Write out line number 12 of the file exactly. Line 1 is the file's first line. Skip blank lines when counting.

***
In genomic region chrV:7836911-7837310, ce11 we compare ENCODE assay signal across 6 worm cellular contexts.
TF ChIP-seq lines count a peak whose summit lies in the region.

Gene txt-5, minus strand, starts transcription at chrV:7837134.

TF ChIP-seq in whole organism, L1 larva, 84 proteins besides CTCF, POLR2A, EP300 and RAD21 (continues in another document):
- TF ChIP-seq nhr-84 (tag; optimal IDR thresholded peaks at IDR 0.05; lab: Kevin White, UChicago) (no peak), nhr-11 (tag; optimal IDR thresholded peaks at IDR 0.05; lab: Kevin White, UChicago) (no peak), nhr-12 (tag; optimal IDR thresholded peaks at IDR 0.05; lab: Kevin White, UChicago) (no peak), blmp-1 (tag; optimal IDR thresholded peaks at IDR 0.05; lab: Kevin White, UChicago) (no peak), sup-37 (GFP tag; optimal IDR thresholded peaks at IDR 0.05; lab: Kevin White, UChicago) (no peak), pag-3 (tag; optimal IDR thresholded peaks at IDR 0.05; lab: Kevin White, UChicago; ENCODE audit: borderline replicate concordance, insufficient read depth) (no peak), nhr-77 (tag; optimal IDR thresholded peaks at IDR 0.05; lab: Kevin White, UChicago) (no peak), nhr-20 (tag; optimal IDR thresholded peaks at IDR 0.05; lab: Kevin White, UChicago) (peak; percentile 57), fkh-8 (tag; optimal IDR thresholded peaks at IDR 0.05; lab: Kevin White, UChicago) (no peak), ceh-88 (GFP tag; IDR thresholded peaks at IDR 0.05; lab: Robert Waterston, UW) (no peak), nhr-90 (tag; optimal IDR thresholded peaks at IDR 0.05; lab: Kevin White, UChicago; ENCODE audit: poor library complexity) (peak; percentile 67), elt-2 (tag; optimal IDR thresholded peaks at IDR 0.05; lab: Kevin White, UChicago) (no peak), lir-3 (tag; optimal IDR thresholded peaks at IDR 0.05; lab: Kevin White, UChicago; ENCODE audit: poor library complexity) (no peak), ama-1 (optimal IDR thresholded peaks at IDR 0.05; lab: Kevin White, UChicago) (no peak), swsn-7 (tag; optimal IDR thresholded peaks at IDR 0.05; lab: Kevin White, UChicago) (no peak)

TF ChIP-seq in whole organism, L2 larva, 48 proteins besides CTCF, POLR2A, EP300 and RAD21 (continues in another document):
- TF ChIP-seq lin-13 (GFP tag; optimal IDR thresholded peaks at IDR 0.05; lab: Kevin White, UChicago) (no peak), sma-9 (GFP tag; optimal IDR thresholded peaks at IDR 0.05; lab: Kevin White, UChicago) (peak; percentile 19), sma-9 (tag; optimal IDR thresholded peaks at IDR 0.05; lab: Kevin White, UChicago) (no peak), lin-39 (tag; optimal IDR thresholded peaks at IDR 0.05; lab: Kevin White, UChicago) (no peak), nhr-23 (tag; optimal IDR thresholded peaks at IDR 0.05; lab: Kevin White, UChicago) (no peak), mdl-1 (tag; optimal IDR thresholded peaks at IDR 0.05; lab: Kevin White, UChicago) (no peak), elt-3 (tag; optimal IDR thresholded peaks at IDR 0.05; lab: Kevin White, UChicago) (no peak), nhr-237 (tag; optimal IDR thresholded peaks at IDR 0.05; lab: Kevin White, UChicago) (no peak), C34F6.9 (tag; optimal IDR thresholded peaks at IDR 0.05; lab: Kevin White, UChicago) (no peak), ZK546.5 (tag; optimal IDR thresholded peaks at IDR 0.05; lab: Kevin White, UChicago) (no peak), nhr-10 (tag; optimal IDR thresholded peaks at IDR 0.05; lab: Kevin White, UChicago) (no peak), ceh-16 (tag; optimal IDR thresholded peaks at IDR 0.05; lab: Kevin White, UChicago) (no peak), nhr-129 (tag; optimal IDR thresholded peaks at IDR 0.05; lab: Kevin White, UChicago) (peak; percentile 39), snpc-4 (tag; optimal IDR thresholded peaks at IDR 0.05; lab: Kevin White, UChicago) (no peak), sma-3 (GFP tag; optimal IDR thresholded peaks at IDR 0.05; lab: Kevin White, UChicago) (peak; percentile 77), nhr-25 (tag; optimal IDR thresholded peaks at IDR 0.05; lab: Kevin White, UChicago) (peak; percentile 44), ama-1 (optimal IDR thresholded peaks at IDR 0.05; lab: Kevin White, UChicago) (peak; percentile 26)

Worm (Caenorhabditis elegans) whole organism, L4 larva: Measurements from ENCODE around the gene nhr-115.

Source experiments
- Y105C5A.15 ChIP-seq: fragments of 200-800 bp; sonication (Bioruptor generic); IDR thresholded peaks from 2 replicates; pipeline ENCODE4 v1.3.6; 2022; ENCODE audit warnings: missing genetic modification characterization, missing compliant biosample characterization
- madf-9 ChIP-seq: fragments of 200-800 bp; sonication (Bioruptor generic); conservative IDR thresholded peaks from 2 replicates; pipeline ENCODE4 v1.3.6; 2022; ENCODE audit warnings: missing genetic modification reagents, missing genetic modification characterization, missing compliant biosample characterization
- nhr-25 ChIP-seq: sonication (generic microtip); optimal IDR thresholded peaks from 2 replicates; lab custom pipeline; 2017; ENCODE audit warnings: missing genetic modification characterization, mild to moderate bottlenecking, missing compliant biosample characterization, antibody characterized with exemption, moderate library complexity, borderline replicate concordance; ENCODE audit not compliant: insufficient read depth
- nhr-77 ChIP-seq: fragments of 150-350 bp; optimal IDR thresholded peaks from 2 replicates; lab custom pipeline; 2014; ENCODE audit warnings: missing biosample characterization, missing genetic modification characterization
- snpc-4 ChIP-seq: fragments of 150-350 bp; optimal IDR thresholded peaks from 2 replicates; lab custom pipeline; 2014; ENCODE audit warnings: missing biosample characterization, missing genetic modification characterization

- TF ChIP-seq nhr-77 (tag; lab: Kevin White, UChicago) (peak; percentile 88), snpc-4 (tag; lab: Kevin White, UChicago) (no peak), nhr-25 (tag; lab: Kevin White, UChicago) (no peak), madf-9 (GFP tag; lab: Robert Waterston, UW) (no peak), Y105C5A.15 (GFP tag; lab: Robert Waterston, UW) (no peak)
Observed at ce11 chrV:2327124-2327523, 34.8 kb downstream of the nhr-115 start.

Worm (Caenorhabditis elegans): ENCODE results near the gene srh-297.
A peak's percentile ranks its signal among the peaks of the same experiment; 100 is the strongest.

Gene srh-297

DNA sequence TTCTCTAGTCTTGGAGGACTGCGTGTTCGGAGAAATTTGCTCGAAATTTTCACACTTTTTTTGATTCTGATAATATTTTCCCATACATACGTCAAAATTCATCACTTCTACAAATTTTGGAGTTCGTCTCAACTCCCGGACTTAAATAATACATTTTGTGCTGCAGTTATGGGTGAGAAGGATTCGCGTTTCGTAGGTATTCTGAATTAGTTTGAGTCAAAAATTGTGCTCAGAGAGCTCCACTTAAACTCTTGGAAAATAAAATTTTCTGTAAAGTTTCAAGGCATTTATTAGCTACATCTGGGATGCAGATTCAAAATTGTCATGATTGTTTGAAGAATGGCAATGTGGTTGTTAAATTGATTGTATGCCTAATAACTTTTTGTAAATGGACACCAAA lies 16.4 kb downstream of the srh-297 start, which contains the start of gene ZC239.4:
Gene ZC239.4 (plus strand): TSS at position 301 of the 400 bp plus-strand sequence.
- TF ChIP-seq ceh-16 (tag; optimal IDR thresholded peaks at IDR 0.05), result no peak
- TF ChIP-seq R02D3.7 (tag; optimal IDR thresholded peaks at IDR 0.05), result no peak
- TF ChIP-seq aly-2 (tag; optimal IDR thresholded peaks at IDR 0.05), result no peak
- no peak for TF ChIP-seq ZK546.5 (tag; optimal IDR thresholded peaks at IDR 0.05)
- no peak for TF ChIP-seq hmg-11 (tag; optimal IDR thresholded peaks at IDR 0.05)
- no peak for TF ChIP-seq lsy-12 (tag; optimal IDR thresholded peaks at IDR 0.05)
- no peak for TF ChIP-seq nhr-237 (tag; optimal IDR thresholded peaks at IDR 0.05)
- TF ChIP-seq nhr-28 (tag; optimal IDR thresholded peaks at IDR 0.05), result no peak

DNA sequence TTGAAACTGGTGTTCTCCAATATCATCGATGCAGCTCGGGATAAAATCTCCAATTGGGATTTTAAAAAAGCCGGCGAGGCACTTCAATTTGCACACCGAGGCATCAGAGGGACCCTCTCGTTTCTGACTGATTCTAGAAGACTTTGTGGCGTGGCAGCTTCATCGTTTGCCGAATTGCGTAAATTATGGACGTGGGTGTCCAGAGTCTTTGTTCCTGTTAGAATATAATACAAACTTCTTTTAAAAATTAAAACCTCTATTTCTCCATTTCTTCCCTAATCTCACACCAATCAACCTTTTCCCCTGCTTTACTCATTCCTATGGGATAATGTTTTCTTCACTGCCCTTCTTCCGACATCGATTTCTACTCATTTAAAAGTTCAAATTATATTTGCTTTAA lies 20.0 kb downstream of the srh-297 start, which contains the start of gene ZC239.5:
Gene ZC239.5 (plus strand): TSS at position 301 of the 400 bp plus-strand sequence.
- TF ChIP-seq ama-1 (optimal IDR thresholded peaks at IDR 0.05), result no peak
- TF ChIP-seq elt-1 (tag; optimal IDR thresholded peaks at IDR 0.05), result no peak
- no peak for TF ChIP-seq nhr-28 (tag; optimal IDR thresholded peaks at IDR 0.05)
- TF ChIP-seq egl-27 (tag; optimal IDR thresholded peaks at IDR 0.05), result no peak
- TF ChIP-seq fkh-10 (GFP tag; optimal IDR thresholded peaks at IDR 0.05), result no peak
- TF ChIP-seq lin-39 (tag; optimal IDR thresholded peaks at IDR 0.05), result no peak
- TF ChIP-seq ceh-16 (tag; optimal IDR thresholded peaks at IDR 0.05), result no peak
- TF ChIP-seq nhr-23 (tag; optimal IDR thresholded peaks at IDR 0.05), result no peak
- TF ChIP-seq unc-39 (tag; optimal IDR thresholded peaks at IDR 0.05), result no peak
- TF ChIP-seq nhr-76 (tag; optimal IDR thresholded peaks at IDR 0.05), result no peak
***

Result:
- nhr-25 ChIP-seq: sonication (generic microtip); optimal IDR thresholded peaks from 2 replicates; lab custom pipeline; 2017; ENCODE audit warnings: missing genetic modification characterization, mild to moderate bottlenecking, missing compliant biosample characterization, antibody characterized with exemption, moderate library complexity, borderline replicate concordance; ENCODE audit not compliant: insufficient read depth